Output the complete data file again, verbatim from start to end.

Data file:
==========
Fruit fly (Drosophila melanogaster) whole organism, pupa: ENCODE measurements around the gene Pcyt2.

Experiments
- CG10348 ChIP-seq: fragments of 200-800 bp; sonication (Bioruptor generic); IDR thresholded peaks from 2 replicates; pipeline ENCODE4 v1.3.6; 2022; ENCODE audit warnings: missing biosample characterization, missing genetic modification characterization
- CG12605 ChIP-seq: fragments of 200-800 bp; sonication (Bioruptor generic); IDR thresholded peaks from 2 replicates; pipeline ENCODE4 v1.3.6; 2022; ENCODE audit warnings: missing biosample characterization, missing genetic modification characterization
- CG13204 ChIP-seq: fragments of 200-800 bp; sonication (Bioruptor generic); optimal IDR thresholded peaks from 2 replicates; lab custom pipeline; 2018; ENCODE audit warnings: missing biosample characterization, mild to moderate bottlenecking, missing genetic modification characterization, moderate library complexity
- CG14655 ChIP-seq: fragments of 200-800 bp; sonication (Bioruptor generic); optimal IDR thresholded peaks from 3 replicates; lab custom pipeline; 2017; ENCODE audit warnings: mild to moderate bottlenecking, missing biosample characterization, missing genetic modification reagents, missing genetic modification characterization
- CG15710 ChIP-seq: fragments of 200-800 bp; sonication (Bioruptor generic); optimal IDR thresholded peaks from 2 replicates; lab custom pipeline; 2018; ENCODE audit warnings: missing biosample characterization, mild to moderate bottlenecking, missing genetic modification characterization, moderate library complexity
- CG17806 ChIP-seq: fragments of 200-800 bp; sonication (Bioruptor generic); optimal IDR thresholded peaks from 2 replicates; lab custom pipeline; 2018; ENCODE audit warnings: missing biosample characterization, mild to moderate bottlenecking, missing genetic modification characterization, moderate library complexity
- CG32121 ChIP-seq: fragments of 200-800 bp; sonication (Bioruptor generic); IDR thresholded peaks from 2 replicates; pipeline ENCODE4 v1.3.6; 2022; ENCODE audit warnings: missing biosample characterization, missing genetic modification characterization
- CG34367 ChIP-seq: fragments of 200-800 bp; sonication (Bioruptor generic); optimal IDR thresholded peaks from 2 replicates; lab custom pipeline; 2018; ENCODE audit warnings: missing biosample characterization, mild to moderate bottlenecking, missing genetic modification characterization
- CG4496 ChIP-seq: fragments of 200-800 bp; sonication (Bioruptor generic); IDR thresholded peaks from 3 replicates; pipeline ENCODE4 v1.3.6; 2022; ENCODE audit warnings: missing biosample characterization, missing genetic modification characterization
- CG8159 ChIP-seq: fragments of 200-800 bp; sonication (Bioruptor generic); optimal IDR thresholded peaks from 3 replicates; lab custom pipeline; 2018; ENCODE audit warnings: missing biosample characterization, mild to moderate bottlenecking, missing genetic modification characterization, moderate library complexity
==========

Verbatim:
Fruit fly (Drosophila melanogaster) whole organism, pupa: ENCODE measurements around the gene Pcyt2.

Experiments
- CG10348 ChIP-seq: fragments of 200-800 bp; sonication (Bioruptor generic); IDR thresholded peaks from 2 replicates; pipeline ENCODE4 v1.3.6; 2022; ENCODE audit warnings: missing biosample characterization, missing genetic modification characterization
- CG12605 ChIP-seq: fragments of 200-800 bp; sonication (Bioruptor generic); IDR thresholded peaks from 2 replicates; pipeline ENCODE4 v1.3.6; 2022; ENCODE audit warnings: missing biosample characterization, missing genetic modification characterization
- CG13204 ChIP-seq: fragments of 200-800 bp; sonication (Bioruptor generic); optimal IDR thresholded peaks from 2 replicates; lab custom pipeline; 2018; ENCODE audit warnings: missing biosample characterization, mild to moderate bottlenecking, missing genetic modification characterization, moderate library complexity
- CG14655 ChIP-seq: fragments of 200-800 bp; sonication (Bioruptor generic); optimal IDR thresholded peaks from 3 replicates; lab custom pipeline; 2017; ENCODE audit warnings: mild to moderate bottlenecking, missing biosample characterization, missing genetic modification reagents, missing genetic modification characterization
- CG15710 ChIP-seq: fragments of 200-800 bp; sonication (Bioruptor generic); optimal IDR thresholded peaks from 2 replicates; lab custom pipeline; 2018; ENCODE audit warnings: missing biosample characterization, mild to moderate bottlenecking, missing genetic modification characterization, moderate library complexity
- CG17806 ChIP-seq: fragments of 200-800 bp; sonication (Bioruptor generic); optimal IDR thresholded peaks from 2 replicates; lab custom pipeline; 2018; ENCODE audit warnings: missing biosample characterization, mild to moderate bottlenecking, missing genetic modification characterization, moderate library complexity
- CG32121 ChIP-seq: fragments of 200-800 bp; sonication (Bioruptor generic); IDR thresholded peaks from 2 replicates; pipeline ENCODE4 v1.3.6; 2022; ENCODE audit warnings: missing biosample characterization, missing genetic modification characterization
- CG34367 ChIP-seq: fragments of 200-800 bp; sonication (Bioruptor generic); optimal IDR thresholded peaks from 2 replicates; lab custom pipeline; 2018; ENCODE audit warnings: missing biosample characterization, mild to moderate bottlenecking, missing genetic modification characterization
- CG4496 ChIP-seq: fragments of 200-800 bp; sonication (Bioruptor generic); IDR thresholded peaks from 3 replicates; pipeline ENCODE4 v1.3.6; 2022; ENCODE audit warnings: missing biosample characterization, missing genetic modification characterization
- CG8159 ChIP-seq: fragments of 200-800 bp; sonication (Bioruptor generic); optimal IDR thresholded peaks from 3 replicates; lab custom pipeline; 2018; ENCODE audit warnings: missing biosample characterization, mild to moderate bottlenecking, missing genetic modification characterization, moderate library complexity